The worst ID or creationist argument of 2021? Let us know

From Wikimedia.

Old arguments never die, they just get recycled. From Wikimedia.

It is the end of 2021, which has been a fairly miserable year for most of us. So it is entirely appropriate for us to consider what is the most ridiculous argument put forward this year for ID or for creationism. I’m going to give my own choice, which is both highly technical and highly absurd.

But you get to make a nomination of your own. (There will no winner chosen or prize awarded). The argument need not be one that was first proposed in 2021, as long as it continued to be put forward.

My own choice is the Algorithmic Specified Complexity argument, which purports to show mathematically that high levels of adaptation cannot be achieved, because the length of the “program” used is unusually short, and this is backed up by very impressive, and sometimes quite correct, mathematical proofs. The effort is usually to show that the length of the program needed is conserved, so perhaps it cannot be changed by evolution. Perhaps. I’ve ranted and raved in another post about the wrongness of this two years ago here. But the argument has never been disowned by any of its advocates, including Robert Marks, Winston Ewert, or Eric Holloway. So it is still out there.

Here’s why it is silly:

  1. There never is any attempt by its advocates to show that an unusually simple program is needed for a highly fit adaptation, and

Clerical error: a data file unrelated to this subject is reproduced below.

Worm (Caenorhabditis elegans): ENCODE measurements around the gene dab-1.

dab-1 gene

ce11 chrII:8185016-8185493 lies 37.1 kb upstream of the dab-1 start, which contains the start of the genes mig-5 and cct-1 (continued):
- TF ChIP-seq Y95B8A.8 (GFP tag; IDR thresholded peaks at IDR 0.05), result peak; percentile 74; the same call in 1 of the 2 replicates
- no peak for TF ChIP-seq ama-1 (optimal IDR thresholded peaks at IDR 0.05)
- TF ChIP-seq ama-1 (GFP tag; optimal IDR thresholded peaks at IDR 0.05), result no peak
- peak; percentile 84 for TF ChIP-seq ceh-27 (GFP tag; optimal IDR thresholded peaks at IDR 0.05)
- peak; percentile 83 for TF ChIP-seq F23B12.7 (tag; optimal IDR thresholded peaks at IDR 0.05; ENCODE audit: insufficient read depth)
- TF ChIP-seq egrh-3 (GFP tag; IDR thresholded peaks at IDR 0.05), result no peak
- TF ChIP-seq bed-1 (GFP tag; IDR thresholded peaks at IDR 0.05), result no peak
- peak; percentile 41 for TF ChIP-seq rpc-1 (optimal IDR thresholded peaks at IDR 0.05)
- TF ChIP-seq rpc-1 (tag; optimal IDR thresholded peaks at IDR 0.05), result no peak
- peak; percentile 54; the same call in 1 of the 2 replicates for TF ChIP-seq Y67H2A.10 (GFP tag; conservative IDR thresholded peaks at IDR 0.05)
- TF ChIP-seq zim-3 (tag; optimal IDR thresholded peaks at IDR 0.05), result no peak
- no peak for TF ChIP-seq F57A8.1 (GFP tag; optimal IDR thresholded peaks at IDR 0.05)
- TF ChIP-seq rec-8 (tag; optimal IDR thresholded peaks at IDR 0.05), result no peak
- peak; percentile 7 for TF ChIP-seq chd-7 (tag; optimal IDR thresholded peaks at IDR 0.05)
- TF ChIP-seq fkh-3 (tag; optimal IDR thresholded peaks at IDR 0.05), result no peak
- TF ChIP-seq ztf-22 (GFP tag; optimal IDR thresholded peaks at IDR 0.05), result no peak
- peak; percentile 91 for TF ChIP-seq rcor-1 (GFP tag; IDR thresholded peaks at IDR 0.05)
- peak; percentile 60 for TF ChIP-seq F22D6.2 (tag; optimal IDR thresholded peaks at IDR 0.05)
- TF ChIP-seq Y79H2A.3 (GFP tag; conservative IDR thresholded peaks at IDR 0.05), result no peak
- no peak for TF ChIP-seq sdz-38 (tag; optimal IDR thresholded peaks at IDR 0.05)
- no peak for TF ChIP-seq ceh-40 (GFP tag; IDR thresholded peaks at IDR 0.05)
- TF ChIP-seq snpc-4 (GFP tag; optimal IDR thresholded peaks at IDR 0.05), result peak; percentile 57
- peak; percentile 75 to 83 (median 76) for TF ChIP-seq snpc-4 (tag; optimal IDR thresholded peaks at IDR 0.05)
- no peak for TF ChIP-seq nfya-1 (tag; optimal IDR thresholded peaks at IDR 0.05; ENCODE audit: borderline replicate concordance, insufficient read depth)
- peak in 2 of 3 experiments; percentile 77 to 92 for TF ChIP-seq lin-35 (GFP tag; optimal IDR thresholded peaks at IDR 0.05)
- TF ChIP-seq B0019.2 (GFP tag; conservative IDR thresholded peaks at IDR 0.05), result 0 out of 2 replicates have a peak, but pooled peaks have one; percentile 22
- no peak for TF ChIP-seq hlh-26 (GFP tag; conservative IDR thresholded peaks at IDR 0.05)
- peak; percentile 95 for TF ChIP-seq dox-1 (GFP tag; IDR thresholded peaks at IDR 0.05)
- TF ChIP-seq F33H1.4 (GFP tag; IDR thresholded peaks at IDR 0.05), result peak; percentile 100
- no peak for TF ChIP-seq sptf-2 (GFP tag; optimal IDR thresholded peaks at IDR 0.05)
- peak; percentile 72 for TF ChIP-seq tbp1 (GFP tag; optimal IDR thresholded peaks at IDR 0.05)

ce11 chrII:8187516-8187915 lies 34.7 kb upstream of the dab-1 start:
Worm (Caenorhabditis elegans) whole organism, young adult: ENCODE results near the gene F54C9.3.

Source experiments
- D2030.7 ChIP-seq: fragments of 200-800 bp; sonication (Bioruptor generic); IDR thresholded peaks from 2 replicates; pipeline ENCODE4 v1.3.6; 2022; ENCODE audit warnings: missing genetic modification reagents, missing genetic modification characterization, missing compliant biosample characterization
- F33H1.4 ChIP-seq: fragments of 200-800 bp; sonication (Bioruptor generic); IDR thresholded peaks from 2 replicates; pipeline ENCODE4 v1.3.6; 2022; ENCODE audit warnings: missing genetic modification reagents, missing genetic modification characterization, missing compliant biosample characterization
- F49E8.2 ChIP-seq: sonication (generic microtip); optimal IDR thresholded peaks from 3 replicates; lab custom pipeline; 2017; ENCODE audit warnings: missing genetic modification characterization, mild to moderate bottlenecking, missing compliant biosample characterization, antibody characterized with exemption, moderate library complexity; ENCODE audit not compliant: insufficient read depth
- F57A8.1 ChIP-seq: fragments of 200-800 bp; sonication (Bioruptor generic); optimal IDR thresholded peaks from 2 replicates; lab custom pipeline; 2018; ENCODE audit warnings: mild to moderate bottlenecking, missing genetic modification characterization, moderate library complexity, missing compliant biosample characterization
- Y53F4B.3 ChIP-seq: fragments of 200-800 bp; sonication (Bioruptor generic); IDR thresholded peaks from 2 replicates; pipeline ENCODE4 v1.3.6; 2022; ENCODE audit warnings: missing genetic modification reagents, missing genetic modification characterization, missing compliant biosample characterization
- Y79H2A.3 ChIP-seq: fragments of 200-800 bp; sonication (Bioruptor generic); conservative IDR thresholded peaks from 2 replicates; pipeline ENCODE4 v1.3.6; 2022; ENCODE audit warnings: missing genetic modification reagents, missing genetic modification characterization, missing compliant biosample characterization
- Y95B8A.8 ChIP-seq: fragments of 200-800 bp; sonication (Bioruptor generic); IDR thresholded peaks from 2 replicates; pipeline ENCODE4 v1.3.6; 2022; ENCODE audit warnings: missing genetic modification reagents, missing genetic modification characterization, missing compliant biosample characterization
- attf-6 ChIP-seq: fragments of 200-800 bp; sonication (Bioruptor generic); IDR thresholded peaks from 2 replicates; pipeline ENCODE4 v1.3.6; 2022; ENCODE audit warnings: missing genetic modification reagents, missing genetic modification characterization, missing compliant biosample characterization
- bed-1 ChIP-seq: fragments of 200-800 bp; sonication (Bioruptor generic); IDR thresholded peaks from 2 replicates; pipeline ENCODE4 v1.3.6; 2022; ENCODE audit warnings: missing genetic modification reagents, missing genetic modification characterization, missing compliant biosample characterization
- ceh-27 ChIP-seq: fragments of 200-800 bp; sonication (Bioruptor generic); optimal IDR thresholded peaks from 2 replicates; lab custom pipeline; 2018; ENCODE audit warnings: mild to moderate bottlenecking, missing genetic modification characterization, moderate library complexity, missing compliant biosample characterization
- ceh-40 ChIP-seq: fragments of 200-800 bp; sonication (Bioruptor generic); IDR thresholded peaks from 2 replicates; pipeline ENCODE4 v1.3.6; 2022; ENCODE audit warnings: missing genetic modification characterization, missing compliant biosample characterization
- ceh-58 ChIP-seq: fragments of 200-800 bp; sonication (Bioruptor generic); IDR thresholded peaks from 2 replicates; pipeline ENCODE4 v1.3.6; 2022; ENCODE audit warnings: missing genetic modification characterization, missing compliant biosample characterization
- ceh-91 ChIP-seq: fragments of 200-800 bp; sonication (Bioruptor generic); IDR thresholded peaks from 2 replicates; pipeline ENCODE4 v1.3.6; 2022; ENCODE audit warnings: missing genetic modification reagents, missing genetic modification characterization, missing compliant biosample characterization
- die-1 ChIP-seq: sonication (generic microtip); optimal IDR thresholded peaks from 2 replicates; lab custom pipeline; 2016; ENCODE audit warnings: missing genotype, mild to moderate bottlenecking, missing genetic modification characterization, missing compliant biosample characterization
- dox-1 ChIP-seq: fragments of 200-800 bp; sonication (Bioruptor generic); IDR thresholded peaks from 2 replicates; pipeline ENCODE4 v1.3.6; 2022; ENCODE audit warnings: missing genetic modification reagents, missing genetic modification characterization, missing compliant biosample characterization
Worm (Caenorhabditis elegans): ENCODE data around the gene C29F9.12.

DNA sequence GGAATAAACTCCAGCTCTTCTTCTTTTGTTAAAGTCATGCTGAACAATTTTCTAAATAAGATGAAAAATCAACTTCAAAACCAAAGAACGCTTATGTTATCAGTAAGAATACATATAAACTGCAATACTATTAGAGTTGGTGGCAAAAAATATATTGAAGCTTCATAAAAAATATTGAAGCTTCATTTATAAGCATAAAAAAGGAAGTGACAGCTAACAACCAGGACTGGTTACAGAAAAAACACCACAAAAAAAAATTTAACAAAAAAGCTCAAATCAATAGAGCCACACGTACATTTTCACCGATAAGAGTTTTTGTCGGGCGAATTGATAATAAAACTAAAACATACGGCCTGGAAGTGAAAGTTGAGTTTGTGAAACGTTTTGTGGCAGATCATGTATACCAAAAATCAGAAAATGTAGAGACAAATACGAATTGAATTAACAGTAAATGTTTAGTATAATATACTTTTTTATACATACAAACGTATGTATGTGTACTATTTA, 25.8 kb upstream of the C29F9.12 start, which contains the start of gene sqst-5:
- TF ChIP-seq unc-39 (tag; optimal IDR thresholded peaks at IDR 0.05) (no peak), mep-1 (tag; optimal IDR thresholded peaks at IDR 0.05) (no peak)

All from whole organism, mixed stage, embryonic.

2. It is never clarified whether the “program” computes the genotype, the phenotype, or something else, and
  3. Even the name is ludicrous: “Complexity” is achieved by the program being unusually simple (the reverse of the way algorithmic complexity theory is used to discuss random numbers),
  4. The distribution of binary bitstrings used is totally arbitrary, and there could be many others as well- (or ill-) justified.
  5. When one asks about how any of this works, the authors of the theory simply say that they are not biologists, so they leave the filling in of those details to the biologists, but
  6. Somehow they still expect people to consider their argument to be meaningful biologically.

The argument has such a tension between its mathematical pretentiousness and its basic meaninglessness that for me it achieves worstness.

OK, that’s my candidate for Worst. What’s yours? We have quite a few wise heads here who are quite familiar with the arguments ID advocates and creationists make. If you aren’t as familiar, just take a look at the Discovery Institute’s “Evolution News and Science Today” site and start reading stories there. It will supply you with lots of candidates. Let’s hear from you, below in the comments.